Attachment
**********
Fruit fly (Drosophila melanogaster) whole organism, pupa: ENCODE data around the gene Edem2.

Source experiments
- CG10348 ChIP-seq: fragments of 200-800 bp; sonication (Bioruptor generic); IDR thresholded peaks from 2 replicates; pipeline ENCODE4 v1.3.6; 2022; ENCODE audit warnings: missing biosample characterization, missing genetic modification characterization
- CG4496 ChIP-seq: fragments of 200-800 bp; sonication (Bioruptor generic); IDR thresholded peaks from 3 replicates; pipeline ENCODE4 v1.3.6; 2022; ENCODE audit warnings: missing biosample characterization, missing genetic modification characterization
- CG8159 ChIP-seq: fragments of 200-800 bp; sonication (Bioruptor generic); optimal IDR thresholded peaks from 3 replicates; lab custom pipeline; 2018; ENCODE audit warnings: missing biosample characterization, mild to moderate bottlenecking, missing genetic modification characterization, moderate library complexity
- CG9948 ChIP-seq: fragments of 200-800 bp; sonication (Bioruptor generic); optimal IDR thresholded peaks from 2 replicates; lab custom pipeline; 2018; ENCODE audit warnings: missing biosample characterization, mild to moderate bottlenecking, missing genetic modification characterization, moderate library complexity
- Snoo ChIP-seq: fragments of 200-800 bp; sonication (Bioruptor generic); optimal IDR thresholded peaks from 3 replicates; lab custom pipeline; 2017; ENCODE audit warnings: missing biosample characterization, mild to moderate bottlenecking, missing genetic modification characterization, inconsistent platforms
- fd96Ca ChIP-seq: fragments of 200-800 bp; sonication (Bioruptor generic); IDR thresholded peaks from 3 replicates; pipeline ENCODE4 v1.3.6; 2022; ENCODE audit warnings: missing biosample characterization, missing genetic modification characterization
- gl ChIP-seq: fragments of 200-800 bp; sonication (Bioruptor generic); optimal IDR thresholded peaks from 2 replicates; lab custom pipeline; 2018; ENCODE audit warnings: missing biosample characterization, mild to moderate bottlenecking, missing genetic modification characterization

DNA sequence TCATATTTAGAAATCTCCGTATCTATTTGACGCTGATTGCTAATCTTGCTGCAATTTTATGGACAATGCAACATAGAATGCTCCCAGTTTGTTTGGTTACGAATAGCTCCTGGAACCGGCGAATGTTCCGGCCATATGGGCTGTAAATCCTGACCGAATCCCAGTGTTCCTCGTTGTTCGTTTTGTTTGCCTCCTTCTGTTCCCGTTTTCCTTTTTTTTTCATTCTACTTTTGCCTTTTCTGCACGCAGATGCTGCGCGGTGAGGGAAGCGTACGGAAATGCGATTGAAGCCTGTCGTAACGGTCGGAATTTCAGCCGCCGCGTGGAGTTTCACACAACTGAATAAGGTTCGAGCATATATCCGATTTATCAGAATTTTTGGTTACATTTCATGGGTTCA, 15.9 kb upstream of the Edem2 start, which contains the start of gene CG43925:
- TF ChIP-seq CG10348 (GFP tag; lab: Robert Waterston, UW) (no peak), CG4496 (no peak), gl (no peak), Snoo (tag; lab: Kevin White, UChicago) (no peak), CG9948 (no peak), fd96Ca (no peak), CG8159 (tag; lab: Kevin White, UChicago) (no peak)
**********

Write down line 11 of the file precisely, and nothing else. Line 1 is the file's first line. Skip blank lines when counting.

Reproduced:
- TF ChIP-seq CG10348 (GFP tag; lab: Robert Waterston, UW) (no peak), CG4496 (no peak), gl (no peak), Snoo (tag; lab: Kevin White, UChicago) (no peak), CG9948 (no peak), fd96Ca (no peak), CG8159 (tag; lab: Kevin White, UChicago) (no peak)